June 04, 2001, 10:19 AM — Oracle Corp.'s Japanese unit last week slashed prices for the company's database software by 25 percent and increased volume discounts to 35 percent, raising hopes among U.S. users that the cuts herald lower prices here.
The price reduction in Japan, which will take effect July 1, is the second such reduction Oracle's Japanese unit has announced there in six months, according to a report released May 31 by Credit Suisse First Boston Securities Ltd. in Japan. In January, Oracle Japan streamlined its pricing structure in a manner similar to what Oracle put in place in the U.S., offering customers a choice of only named-user licenses or licenses based on processor speed, known as the Universal Power Unit (UPU).
On the matter of whether the price cuts in Japan will be followed by lower prices in the U.S., Wendell Laidley, an analyst at Credit Suisse First Boston's Technology Group in San Francisco, said it's too early to tell. "I have to believe that there's some consistency between Oracle Japan and the rest of the world," said Laidley. But, "I don't know," he said.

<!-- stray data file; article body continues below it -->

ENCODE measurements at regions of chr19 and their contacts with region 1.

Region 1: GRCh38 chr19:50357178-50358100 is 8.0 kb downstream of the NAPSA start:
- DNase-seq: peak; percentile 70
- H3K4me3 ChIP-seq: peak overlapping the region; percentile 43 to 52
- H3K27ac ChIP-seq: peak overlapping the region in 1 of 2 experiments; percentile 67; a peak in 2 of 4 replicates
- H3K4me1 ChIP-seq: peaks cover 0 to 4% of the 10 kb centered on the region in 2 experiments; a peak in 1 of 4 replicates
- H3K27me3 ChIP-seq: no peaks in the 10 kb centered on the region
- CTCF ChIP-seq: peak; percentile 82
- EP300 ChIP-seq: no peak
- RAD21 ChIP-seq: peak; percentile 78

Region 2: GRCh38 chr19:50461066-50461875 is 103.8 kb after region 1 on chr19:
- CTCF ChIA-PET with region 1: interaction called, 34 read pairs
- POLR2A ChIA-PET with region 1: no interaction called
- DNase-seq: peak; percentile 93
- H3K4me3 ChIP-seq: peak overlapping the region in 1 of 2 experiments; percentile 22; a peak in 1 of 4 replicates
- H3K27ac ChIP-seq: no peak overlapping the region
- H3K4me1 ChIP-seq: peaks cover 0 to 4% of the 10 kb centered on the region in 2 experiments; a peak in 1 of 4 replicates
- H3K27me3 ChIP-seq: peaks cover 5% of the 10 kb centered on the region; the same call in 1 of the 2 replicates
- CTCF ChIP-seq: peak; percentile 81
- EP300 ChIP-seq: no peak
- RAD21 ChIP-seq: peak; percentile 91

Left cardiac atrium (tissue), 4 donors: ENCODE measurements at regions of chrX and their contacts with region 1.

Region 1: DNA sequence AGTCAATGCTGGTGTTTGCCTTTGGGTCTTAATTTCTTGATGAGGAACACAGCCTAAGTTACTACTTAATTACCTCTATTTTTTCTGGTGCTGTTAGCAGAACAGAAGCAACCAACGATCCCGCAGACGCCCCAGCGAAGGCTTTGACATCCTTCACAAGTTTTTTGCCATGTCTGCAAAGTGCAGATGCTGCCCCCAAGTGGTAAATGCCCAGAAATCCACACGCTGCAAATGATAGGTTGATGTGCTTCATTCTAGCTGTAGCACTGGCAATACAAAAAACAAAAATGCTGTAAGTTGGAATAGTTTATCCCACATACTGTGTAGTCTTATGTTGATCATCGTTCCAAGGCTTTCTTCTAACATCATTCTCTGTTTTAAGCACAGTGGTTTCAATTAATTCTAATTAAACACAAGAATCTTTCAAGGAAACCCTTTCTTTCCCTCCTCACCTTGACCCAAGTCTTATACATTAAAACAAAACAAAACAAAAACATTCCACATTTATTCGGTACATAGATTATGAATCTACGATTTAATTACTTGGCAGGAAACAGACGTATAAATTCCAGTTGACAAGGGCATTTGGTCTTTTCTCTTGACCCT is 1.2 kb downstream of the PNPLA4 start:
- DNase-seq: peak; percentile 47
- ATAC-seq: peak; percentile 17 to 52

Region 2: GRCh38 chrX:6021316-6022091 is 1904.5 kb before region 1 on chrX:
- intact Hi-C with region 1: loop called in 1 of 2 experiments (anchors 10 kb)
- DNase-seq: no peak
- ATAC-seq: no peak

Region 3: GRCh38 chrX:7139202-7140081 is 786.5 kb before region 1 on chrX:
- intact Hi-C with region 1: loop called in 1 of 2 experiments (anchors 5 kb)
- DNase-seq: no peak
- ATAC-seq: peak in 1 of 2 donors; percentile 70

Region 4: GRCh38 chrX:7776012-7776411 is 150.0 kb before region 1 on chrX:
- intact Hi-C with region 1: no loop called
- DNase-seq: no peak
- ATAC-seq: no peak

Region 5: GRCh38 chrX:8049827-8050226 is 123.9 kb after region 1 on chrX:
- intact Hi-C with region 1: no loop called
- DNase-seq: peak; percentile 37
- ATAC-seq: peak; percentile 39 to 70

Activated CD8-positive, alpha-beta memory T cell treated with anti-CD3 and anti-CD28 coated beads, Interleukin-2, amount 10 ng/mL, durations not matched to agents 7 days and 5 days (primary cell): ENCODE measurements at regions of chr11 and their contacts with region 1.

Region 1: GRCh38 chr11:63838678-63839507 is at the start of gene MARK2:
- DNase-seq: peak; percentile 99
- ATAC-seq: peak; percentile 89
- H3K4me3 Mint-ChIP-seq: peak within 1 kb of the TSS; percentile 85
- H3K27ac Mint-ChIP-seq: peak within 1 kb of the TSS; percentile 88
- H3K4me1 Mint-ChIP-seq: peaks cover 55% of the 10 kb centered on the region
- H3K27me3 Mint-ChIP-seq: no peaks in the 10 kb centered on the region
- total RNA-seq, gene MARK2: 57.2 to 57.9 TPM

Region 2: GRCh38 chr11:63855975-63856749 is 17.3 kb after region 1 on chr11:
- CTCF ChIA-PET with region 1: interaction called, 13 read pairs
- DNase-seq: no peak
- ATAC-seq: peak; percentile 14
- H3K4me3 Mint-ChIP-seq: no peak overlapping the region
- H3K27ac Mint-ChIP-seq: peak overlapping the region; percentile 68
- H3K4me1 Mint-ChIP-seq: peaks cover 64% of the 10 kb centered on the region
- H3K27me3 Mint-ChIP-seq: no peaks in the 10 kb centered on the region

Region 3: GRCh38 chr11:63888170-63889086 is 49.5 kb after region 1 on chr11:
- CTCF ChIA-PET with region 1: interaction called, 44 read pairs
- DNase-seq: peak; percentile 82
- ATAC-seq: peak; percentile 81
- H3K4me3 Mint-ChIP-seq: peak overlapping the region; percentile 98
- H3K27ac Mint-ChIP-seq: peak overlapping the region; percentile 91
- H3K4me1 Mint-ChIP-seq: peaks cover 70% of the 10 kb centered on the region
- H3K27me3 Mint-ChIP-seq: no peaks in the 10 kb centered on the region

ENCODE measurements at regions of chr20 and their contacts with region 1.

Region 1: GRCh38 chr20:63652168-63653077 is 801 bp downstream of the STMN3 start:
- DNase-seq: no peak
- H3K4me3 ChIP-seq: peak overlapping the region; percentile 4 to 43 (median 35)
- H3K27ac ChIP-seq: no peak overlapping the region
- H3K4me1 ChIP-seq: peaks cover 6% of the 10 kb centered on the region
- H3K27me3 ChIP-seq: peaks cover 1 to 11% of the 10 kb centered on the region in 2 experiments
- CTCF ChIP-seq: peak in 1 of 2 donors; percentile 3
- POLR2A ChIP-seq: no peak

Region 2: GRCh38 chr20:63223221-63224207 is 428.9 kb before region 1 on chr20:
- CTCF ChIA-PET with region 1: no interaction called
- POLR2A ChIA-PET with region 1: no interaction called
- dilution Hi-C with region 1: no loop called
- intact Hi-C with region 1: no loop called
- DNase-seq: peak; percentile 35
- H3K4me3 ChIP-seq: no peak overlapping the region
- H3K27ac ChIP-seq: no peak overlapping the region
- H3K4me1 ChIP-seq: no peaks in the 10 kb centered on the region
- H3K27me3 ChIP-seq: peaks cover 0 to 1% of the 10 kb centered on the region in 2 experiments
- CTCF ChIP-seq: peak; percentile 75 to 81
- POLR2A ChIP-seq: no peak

Another analyst in the U.S., who was scheduled to receive a nondisclosure briefing from Oracle executives on pricing issues Friday, said Oracle canceled the briefing at the last minute.
Kristin Kryway, an Oracle spokesperson, indicated that Oracle's headquarters was uncertain of the specific actions of its Japanese unit. That unit is majority-owned by Oracle, but it's an independent operating company, she said.
"They did put out a press release, but it's in Japanese and we don't know what it says," Kryway said. "We're working on getting it translated."
Kryway added that Oracle hasn't announced any changes in the U.S. and declined to say whether pricing changes are forthcoming here. But Laidley said he recently spoke with top Oracle executives about the changes in Japan.
In contrast to the negative reaction that the UPU pricing structure has drawn in the U.S., where many Oracle database users have complained publicly about what they consider to be exorbitant pricing that in some cases has led to project delays and cancellations, customers in Japan have responded positively to the new pricing, according to the Credit Suisse report.
"In Japan, the response has been generally positive to the new model, and we believe that scarcely anyone has refused to accept the new pricing," the report stated. "Some 70 percent of customers have found that switching to the new model is cheaper."